The Suntory Yamazaki Distillery was built in 1923
as Japan’s first malt whisky distillery,
when whisky was very new to the general public in Japan.
“I have a dream to make a truly Japanese whisky that satisfies
the Japanese people’s delicate palate” – from this passionate aspiration,
Shinjiro Torii set out on a whisky making journey.
Shinjiro wanted to build his distillery
in the midst of Japan’s natural landscape.
Most important to him were the water and the environment.
Referred to in the Manyoshu anthology of ancient poems
by its ancient name of Minaseno, Yamazaki is the home
of famously pure mineral water. Having once enchanted
the tea master Sen no Rikyu, Yamazaki’s water is ideal for whisky making.
The natural surroundings too are also perfect.
Located on the outskirts of Kyoto at the foot of Mount Tennozan,
Yamazaki is nestled in a rich natural environment with four distinct seasons.
Here, the Katsura, Uji, and Kizu Rivers all converge,
creating year-round thick mists. The resultant warm and humid climate
is perfect for whisky maturation.
“With this quality of water and climate, Yamazaki is the place to make good whisky”
– Shinjiro thus decided to make
Yamazaki the birthplace of Japanese whisky.
Despite the protests of others,
Shinjiro succeeded in putting his distillery into operation.
However, its beginnings were marked by a period of trial and error.
Whisky takes a long time before it matures enough to become a proper product.
Tons upon tons of barley were brought into the distillery every day,
but nothing came out except for the smoke from the kiln (where malt was dried).
The villagers began to spread rumors that
a barley-eating monster called Usuke (whisky) lived in the building.
After countless difficulties,
Shinjiro finally released Japan’s first authentic whisky,
Suntory Whisky “Shirofuda,” in 1929. Despite Shinjiro’s zeal,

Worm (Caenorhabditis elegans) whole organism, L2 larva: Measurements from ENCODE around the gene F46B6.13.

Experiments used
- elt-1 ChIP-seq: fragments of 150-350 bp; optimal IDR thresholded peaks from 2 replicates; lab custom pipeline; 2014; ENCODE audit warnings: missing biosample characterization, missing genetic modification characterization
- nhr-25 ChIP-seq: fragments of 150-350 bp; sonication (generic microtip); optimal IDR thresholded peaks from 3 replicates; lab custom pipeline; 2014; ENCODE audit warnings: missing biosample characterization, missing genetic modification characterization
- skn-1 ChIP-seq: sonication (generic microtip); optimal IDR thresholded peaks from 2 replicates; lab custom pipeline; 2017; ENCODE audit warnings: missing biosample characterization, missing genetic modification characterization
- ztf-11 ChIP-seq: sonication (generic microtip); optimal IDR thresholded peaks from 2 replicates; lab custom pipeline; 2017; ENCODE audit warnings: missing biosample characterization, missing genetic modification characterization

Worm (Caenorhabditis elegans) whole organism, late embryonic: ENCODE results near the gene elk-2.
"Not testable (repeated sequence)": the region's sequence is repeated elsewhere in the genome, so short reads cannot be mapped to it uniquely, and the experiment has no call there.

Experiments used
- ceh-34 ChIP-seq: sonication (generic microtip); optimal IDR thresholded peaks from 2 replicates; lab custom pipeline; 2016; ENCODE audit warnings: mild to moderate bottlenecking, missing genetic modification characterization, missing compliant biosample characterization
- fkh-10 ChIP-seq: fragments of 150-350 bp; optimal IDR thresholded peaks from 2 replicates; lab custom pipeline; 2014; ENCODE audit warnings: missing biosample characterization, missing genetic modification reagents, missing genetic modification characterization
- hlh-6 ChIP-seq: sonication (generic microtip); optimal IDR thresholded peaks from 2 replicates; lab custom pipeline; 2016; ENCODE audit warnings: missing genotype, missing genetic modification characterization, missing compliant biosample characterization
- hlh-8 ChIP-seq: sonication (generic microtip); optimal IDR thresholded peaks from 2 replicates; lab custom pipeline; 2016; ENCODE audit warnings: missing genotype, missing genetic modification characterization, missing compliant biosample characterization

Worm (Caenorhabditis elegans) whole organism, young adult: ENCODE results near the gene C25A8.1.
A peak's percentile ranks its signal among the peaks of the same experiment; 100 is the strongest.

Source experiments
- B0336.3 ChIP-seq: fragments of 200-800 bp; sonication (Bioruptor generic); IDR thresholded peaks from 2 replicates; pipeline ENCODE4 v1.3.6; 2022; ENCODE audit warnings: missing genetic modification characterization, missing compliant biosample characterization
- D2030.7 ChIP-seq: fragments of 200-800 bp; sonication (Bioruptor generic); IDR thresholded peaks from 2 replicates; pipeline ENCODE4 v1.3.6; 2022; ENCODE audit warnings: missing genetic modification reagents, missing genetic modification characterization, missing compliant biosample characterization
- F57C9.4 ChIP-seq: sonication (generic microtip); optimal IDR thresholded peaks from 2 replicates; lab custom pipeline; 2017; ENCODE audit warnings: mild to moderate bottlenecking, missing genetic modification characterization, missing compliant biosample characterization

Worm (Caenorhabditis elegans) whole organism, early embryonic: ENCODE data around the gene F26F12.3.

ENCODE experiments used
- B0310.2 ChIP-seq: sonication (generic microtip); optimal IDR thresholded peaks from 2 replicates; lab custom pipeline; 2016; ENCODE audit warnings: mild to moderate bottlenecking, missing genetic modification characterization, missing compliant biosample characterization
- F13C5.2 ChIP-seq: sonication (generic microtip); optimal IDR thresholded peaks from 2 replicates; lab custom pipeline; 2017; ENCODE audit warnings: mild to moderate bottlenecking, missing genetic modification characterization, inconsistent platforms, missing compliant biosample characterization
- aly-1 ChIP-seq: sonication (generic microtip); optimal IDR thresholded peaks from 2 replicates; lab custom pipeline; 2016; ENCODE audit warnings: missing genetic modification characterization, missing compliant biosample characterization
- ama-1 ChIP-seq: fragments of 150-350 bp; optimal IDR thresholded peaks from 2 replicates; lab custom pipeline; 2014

Shirofuda could not find favor with the Japanese consumers at the time.
This did not, however, extinguish his burning passion.
Rather, this failure further inspired him.
With his impeccable sense of taste and smell,
Shinjiro changed the way of burning peat and tried numerous blends
until finally releasing Suntory Whisky “Kakubin” in 1937.
Kakubin became more popular than anyone had expected,
and it has remained popular to this day.
Next came Suntory Whisky “Old,” “Royal,”
and many other successful brands thereafter.
Shinjiro was thus able to spread whisky culture throughout Japan.
The journey thereafter was never uneventful. During wartime,
Shinjiro brought his barley and whisky into a bomb shelter to protect it from air raids.
If he hadn’t saved the whisky, it would have been impossible
to resume production immediately after the end of WWII.
Of course, there were times when demand became sluggish,
but production of quality whisky at Yamazaki never stopped.
Once you stop making whisky, you can never go back to the way it was before.
It might not make business sense in terms of efficiency or profitability,
but here you just have to go with the flow of time and keep making whisky.
That’s the one and only mission of a distillery.